On Christmas day, I spoke to my family in Puerto Rico and told them that it’s my intention to visit them during the last two weeks of 2020. During my last trip to Puerto Rico in 2017, I spent the majority of my time exploring all the beauty the island has to offer: the beaches, the caves, the rainforest, the food, the people, etc. When I return, I plan to still partake in the charm that it offers (it’s not called the island of enchantment just because!), yet I also want to spend an extended amount of time with my elders learning and capturing our history. As I’ve mentioned on here before, Enrique Laguerre, one of Puerto Rico’s most renown writers was one of my family members. My maternal grandmother’s cousin. As this year develops, it’s my intent to read all of his works (see! I don’t set new years resolutions – I let interesting things find me). By the time I land on the island, I want to view it as if his perspective were flowing through my veins. So here I am, listening and responding to the cry of my ancestors.
I’ll close this by sharing a blurb from that came through The Pattern today. (The Pattern is an astrology app that gives you daily general and personal forecasts based on personal birth information entered.)
World Update: Conflict | Jan 11, 2020 – Jan 13, 2020
“The next few days are highlighting a kind of conflict that has been building for the last 5 years; this level of tension hasn’t appeared for nearly 700 years.
It’s becoming more and more clear that the current man-made rules of the world – including laws, hierarchies, and regulations – are going against the organic cycle of life. It’s like the operating manual that has been in place is contradicting the natural order of things.
The underlying energy in unprecedented in our time, and it’s meant to create upheaval and change the established cultural norms. It’s an important moment for transformation to occur, although many people will want to hold on to the old ways of doing things.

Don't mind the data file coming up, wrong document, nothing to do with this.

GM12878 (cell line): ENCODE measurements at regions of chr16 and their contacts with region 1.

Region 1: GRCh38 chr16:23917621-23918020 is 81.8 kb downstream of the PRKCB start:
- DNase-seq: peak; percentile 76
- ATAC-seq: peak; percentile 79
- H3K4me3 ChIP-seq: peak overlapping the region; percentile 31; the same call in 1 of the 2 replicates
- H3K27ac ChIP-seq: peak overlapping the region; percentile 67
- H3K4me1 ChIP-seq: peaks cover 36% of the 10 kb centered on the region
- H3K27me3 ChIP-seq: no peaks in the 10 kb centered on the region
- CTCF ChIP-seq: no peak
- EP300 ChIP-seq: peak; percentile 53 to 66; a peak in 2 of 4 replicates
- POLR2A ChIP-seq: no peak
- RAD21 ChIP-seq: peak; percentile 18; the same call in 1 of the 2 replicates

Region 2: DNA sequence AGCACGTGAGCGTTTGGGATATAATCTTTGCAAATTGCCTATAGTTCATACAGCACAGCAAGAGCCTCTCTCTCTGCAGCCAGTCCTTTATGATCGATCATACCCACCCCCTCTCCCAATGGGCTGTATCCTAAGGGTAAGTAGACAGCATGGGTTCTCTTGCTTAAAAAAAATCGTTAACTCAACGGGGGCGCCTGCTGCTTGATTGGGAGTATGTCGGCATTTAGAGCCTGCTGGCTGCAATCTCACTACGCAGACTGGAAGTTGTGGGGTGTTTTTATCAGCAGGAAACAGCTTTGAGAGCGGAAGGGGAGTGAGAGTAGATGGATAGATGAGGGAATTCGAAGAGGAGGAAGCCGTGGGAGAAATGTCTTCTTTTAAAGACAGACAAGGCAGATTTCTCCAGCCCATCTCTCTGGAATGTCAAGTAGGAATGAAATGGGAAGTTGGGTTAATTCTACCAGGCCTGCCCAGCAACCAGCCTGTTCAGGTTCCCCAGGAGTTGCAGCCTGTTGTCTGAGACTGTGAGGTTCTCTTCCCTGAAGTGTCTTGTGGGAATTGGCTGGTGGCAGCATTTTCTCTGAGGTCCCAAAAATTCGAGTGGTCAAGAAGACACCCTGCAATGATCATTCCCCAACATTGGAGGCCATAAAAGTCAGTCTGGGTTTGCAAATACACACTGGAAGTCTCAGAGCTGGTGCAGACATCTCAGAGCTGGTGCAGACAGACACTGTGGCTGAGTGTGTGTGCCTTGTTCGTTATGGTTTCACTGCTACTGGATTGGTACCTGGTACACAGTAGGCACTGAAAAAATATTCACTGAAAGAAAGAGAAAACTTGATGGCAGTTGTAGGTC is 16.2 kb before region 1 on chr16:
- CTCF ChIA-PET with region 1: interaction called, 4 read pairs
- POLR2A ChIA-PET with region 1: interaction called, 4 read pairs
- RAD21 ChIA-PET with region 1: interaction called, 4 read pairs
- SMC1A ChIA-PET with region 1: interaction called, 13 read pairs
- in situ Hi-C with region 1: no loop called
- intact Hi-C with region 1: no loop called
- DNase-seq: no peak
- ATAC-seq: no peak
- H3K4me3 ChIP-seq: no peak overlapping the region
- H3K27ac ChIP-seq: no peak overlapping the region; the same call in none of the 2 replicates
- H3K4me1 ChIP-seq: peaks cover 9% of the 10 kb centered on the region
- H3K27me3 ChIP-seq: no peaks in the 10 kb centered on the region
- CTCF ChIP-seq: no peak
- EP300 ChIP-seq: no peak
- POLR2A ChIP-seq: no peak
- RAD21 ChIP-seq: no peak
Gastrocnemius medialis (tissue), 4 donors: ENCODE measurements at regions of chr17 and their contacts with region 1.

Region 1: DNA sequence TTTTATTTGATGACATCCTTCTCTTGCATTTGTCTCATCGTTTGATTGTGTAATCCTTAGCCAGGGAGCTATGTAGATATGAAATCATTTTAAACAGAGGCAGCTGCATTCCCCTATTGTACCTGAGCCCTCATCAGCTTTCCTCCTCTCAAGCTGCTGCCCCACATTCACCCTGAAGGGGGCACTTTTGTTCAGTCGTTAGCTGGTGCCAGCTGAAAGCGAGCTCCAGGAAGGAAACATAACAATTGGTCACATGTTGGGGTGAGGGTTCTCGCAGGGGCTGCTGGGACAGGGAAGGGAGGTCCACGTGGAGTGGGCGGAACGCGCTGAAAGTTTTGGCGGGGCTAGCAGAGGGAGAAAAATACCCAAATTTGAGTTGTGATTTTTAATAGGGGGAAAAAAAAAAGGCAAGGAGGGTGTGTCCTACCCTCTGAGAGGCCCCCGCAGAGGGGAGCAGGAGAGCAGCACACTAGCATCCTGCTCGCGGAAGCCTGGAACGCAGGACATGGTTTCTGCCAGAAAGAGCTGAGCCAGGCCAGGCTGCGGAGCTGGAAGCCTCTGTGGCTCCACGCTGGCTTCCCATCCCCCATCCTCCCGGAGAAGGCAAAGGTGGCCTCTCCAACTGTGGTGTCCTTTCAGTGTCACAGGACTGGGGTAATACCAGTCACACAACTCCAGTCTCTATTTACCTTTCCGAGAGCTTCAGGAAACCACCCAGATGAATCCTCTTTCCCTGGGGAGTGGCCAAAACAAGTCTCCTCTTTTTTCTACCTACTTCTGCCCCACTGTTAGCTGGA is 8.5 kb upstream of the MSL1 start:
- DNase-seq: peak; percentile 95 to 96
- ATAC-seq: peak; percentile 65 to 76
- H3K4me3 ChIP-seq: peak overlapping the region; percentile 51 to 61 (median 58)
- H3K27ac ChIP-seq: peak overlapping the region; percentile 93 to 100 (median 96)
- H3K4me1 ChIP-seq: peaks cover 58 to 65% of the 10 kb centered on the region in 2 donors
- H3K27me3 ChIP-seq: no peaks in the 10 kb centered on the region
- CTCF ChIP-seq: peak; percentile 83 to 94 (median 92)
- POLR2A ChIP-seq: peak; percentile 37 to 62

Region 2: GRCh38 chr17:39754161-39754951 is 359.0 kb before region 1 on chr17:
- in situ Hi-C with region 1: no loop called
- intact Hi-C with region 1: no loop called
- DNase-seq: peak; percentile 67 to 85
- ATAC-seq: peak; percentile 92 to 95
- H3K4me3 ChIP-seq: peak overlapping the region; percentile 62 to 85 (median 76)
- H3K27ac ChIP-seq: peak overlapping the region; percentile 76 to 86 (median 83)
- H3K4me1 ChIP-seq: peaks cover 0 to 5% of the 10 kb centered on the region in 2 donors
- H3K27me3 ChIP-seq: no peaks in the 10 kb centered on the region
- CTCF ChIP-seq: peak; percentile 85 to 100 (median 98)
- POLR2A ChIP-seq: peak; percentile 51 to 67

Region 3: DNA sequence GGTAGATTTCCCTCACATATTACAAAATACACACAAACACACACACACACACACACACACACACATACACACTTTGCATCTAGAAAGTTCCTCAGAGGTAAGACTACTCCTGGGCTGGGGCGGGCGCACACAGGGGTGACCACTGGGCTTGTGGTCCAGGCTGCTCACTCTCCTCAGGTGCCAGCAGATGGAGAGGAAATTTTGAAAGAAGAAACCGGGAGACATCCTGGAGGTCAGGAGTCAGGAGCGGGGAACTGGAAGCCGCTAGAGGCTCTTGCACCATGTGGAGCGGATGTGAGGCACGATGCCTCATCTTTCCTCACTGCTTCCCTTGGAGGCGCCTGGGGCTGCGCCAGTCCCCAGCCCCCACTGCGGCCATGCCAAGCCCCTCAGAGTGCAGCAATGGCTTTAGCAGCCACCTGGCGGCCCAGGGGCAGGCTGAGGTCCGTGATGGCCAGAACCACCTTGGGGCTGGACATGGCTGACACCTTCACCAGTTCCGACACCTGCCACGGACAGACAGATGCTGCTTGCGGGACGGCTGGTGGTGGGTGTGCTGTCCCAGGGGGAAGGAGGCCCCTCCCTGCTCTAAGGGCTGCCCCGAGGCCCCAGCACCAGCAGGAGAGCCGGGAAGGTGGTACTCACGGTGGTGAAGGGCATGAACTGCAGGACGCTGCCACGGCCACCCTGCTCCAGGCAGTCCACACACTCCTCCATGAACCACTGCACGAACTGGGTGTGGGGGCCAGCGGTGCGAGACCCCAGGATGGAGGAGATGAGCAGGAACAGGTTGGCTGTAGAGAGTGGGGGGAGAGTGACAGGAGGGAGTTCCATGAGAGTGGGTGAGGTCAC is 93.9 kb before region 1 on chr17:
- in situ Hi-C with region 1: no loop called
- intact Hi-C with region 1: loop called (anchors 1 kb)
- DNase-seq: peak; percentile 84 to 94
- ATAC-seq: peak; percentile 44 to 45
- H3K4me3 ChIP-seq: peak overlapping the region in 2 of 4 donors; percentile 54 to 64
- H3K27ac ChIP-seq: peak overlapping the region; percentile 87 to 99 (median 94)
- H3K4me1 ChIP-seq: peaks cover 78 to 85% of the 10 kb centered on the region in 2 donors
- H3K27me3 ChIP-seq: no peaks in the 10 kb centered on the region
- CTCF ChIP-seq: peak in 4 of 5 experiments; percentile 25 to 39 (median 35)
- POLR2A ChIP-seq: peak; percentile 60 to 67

You may notice this resistance in your personal life or in world events. It’s like there’s a battle between the powers that want to maintain order and the forces that seek to destroy it. Although this may be an intense time, it’s a necessary moment, because it’s emphasizing the fact that the natural order of things can no longer be ignored.
This time is an opportunity to confront the structure that has been in control. This includes your inner critic as well as designated authorities and people in power in the world. This combination of two very different forces is so powerful that it can create a kind of clarity – where all of humanity can see that things can’t continue in the same way anymore.
During this time, you might ask yourself, “In which areas of my life do I feel hopeless and helpless that anything will change?” and, “What controls me and the world around me in negative ways?” and, “Am I ready to help change the underlying structures that are unfair and create mistrust?”
Ideally, you’ll recognize this moment as a tipping point, where you’re able to identify what needs to radically change in yourself and in the world around you. Open yourself up to the transformation that’s possible now. This time period will last another 3-4 years. “